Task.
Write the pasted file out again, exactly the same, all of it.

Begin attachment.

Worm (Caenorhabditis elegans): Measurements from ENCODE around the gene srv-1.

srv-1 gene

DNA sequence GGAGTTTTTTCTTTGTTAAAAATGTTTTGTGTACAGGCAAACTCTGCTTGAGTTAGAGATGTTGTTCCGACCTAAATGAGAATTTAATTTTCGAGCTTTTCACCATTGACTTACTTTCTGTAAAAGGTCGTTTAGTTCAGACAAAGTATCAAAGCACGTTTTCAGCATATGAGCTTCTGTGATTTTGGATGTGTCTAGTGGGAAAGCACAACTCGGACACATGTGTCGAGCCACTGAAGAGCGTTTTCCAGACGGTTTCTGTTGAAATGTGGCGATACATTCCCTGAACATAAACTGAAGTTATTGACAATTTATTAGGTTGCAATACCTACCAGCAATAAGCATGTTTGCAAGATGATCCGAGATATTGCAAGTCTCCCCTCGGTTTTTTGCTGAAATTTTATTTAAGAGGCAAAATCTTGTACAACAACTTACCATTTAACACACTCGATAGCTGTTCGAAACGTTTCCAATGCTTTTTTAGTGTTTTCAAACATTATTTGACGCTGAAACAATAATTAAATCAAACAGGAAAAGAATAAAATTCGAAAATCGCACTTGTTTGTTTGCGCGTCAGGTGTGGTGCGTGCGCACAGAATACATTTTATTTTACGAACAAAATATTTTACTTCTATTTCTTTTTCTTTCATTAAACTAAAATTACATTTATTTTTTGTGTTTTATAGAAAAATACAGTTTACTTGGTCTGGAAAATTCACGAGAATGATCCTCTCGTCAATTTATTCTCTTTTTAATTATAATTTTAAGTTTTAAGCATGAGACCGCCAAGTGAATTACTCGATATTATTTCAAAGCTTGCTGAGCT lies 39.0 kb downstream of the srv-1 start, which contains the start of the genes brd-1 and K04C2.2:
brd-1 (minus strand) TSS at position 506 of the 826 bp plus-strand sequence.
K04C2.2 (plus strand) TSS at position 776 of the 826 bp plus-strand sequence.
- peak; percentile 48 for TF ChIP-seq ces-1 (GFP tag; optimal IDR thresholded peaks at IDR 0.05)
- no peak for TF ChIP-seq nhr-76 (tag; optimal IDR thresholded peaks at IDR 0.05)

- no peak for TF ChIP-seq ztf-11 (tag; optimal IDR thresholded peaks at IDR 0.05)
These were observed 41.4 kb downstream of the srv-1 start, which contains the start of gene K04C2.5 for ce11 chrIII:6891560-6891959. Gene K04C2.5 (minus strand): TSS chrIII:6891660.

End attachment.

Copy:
Worm (Caenorhabditis elegans): Measurements from ENCODE around the gene srv-1.

srv-1 gene

DNA sequence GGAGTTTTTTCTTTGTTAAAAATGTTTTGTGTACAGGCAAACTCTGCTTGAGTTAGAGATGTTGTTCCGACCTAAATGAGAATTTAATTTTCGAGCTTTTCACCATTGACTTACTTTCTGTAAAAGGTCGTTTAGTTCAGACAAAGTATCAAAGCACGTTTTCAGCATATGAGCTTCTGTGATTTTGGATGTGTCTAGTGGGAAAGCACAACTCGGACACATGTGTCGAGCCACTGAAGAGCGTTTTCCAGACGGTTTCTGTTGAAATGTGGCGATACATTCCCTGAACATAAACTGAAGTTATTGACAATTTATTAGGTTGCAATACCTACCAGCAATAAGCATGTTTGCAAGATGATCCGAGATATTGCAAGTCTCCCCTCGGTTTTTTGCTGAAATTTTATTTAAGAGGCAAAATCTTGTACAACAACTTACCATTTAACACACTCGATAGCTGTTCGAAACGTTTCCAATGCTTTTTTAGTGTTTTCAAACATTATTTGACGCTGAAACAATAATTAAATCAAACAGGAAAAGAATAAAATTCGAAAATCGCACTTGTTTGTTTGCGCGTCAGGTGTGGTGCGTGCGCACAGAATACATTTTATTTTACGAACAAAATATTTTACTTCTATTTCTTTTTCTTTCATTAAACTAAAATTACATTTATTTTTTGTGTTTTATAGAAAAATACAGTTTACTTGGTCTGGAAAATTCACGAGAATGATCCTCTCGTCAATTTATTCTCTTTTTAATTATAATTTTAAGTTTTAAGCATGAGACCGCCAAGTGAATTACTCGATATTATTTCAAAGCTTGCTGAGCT lies 39.0 kb downstream of the srv-1 start, which contains the start of the genes brd-1 and K04C2.2:
brd-1 (minus strand) TSS at position 506 of the 826 bp plus-strand sequence.
K04C2.2 (plus strand) TSS at position 776 of the 826 bp plus-strand sequence.
- peak; percentile 48 for TF ChIP-seq ces-1 (GFP tag; optimal IDR thresholded peaks at IDR 0.05)
- no peak for TF ChIP-seq nhr-76 (tag; optimal IDR thresholded peaks at IDR 0.05)

- no peak for TF ChIP-seq ztf-11 (tag; optimal IDR thresholded peaks at IDR 0.05)
These were observed 41.4 kb downstream of the srv-1 start, which contains the start of gene K04C2.5 for ce11 chrIII:6891560-6891959. Gene K04C2.5 (minus strand): TSS chrIII:6891660.